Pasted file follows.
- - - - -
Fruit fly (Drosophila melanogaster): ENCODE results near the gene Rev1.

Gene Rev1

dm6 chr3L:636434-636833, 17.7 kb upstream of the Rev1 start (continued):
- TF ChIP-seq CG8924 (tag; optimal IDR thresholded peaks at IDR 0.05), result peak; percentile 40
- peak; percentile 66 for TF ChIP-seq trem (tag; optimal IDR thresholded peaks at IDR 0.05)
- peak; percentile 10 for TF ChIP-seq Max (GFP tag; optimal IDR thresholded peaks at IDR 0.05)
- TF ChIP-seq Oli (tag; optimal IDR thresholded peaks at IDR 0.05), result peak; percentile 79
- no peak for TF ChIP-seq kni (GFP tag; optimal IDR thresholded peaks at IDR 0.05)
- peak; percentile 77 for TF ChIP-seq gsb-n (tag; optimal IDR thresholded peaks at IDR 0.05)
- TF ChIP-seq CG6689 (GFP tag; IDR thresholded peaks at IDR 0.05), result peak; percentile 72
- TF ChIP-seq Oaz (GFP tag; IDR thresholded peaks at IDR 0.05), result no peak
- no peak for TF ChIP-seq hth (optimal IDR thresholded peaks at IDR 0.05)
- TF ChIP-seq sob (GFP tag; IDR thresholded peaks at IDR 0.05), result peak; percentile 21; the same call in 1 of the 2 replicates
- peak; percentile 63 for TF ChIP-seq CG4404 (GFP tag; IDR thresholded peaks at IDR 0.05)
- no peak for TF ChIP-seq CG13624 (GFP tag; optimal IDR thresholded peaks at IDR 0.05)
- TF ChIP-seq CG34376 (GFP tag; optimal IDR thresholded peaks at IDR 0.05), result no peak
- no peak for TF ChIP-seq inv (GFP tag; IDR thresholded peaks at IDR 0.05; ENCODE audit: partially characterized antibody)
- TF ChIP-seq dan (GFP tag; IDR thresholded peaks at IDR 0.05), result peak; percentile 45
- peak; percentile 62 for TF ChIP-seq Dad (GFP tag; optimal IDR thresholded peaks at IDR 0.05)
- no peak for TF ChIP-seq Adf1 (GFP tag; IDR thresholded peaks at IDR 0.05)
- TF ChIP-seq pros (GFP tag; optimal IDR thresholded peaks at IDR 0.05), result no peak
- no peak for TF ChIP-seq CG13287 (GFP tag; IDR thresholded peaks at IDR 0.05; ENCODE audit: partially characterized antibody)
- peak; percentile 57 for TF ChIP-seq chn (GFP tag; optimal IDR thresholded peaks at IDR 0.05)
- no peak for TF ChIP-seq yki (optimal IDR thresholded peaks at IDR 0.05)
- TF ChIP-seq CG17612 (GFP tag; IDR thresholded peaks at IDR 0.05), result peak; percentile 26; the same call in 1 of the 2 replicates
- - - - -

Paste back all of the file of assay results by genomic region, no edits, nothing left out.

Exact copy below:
Fruit fly (Drosophila melanogaster): ENCODE results near the gene Rev1.

Gene Rev1

dm6 chr3L:636434-636833, 17.7 kb upstream of the Rev1 start (continued):
- TF ChIP-seq CG8924 (tag; optimal IDR thresholded peaks at IDR 0.05), result peak; percentile 40
- peak; percentile 66 for TF ChIP-seq trem (tag; optimal IDR thresholded peaks at IDR 0.05)
- peak; percentile 10 for TF ChIP-seq Max (GFP tag; optimal IDR thresholded peaks at IDR 0.05)
- TF ChIP-seq Oli (tag; optimal IDR thresholded peaks at IDR 0.05), result peak; percentile 79
- no peak for TF ChIP-seq kni (GFP tag; optimal IDR thresholded peaks at IDR 0.05)
- peak; percentile 77 for TF ChIP-seq gsb-n (tag; optimal IDR thresholded peaks at IDR 0.05)
- TF ChIP-seq CG6689 (GFP tag; IDR thresholded peaks at IDR 0.05), result peak; percentile 72
- TF ChIP-seq Oaz (GFP tag; IDR thresholded peaks at IDR 0.05), result no peak
- no peak for TF ChIP-seq hth (optimal IDR thresholded peaks at IDR 0.05)
- TF ChIP-seq sob (GFP tag; IDR thresholded peaks at IDR 0.05), result peak; percentile 21; the same call in 1 of the 2 replicates
- peak; percentile 63 for TF ChIP-seq CG4404 (GFP tag; IDR thresholded peaks at IDR 0.05)
- no peak for TF ChIP-seq CG13624 (GFP tag; optimal IDR thresholded peaks at IDR 0.05)
- TF ChIP-seq CG34376 (GFP tag; optimal IDR thresholded peaks at IDR 0.05), result no peak
- no peak for TF ChIP-seq inv (GFP tag; IDR thresholded peaks at IDR 0.05; ENCODE audit: partially characterized antibody)
- TF ChIP-seq dan (GFP tag; IDR thresholded peaks at IDR 0.05), result peak; percentile 45
- peak; percentile 62 for TF ChIP-seq Dad (GFP tag; optimal IDR thresholded peaks at IDR 0.05)
- no peak for TF ChIP-seq Adf1 (GFP tag; IDR thresholded peaks at IDR 0.05)
- TF ChIP-seq pros (GFP tag; optimal IDR thresholded peaks at IDR 0.05), result no peak
- no peak for TF ChIP-seq CG13287 (GFP tag; IDR thresholded peaks at IDR 0.05; ENCODE audit: partially characterized antibody)
- peak; percentile 57 for TF ChIP-seq chn (GFP tag; optimal IDR thresholded peaks at IDR 0.05)
- no peak for TF ChIP-seq yki (optimal IDR thresholded peaks at IDR 0.05)
- TF ChIP-seq CG17612 (GFP tag; IDR thresholded peaks at IDR 0.05), result peak; percentile 26; the same call in 1 of the 2 replicates